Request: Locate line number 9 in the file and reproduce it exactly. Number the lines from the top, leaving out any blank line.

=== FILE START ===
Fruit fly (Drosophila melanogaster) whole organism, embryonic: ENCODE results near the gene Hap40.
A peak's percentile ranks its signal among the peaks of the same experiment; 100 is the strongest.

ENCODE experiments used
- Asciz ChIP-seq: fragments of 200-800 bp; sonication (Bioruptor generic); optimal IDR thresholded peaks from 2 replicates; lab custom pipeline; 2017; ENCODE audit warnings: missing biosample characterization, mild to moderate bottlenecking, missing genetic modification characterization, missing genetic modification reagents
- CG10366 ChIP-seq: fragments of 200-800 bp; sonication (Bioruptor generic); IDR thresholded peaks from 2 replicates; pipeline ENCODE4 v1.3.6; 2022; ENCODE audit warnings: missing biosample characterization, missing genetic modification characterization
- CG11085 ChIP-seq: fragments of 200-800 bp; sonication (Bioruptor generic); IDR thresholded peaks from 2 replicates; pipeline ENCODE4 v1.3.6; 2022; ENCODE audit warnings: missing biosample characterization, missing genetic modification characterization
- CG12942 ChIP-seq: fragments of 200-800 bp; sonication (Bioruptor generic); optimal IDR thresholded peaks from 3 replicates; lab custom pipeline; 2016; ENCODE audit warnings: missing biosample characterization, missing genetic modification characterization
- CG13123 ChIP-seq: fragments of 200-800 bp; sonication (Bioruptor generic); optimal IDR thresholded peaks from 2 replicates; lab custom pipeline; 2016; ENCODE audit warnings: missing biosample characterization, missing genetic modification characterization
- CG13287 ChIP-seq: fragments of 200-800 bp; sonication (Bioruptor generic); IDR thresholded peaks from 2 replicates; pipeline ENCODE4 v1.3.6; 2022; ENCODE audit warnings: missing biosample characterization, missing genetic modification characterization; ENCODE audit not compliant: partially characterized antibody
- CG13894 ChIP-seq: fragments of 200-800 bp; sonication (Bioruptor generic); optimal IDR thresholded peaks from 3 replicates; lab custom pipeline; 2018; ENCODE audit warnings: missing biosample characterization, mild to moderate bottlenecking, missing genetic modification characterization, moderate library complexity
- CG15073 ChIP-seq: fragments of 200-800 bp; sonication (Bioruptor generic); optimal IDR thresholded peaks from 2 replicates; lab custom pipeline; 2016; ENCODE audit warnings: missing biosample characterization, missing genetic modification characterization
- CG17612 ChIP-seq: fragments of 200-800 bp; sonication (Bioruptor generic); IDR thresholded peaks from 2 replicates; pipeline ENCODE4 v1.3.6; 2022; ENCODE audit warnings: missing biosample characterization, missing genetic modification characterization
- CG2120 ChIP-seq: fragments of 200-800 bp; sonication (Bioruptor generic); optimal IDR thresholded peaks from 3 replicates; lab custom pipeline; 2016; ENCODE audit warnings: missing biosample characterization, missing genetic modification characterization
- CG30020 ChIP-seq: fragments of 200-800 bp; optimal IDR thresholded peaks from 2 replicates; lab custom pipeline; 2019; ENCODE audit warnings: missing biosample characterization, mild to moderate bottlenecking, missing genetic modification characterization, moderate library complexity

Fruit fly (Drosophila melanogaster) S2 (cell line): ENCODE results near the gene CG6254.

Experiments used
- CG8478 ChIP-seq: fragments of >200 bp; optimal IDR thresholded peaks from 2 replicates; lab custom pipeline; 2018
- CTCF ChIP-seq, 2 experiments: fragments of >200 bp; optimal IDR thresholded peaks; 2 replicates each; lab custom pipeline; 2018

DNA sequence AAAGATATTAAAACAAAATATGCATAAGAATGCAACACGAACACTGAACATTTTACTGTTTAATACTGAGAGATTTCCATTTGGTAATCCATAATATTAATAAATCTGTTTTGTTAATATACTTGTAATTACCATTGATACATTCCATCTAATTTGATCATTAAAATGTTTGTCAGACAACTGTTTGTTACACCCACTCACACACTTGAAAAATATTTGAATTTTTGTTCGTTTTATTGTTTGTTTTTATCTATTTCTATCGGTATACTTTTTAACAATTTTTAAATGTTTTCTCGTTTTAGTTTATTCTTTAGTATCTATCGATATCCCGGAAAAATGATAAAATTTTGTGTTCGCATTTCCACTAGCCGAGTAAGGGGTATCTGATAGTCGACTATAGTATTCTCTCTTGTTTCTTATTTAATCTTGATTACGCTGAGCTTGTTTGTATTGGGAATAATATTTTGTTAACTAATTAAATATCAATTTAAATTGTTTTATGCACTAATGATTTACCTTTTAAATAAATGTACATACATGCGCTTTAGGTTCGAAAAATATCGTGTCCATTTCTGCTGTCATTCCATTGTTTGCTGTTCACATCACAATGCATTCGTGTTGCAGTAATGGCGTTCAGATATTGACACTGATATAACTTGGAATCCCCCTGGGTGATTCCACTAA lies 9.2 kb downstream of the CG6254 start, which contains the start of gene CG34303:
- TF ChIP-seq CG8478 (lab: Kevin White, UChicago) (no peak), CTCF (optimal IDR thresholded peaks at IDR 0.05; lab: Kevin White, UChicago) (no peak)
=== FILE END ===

- CG13287 ChIP-seq: fragments of 200-800 bp; sonication (Bioruptor generic); IDR thresholded peaks from 2 replicates; pipeline ENCODE4 v1.3.6; 2022; ENCODE audit warnings: missing biosample characterization, missing genetic modification characterization; ENCODE audit not compliant: partially characterized antibody